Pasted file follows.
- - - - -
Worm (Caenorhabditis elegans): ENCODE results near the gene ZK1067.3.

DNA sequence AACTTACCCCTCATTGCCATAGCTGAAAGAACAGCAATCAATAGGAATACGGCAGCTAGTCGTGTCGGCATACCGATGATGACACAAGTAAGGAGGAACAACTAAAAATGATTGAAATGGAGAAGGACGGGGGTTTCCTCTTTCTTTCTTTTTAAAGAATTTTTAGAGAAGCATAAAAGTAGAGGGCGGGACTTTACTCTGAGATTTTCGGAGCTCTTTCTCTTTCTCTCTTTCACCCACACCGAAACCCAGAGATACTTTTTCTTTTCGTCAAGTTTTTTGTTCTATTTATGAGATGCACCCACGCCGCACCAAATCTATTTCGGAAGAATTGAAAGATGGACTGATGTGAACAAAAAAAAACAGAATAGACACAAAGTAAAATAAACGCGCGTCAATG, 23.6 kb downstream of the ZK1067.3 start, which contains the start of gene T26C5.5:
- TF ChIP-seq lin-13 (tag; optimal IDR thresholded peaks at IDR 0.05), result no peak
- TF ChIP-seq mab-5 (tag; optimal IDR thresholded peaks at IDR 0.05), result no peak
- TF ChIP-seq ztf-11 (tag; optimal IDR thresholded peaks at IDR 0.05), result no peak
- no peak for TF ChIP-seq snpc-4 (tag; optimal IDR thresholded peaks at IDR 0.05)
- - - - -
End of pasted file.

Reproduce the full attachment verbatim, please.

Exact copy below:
Worm (Caenorhabditis elegans): ENCODE results near the gene ZK1067.3.

DNA sequence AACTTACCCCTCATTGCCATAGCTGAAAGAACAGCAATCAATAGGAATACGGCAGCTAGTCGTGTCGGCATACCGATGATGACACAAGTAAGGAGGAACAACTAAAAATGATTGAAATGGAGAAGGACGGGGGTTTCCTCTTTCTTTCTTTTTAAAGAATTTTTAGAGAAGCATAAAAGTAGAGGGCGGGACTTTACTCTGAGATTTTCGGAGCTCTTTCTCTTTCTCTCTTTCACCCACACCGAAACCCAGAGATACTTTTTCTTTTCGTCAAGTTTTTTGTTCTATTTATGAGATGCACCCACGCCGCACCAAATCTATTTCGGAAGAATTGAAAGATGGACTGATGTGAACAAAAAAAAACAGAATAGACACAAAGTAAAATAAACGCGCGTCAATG, 23.6 kb downstream of the ZK1067.3 start, which contains the start of gene T26C5.5:
- TF ChIP-seq lin-13 (tag; optimal IDR thresholded peaks at IDR 0.05), result no peak
- TF ChIP-seq mab-5 (tag; optimal IDR thresholded peaks at IDR 0.05), result no peak
- TF ChIP-seq ztf-11 (tag; optimal IDR thresholded peaks at IDR 0.05), result no peak
- no peak for TF ChIP-seq snpc-4 (tag; optimal IDR thresholded peaks at IDR 0.05)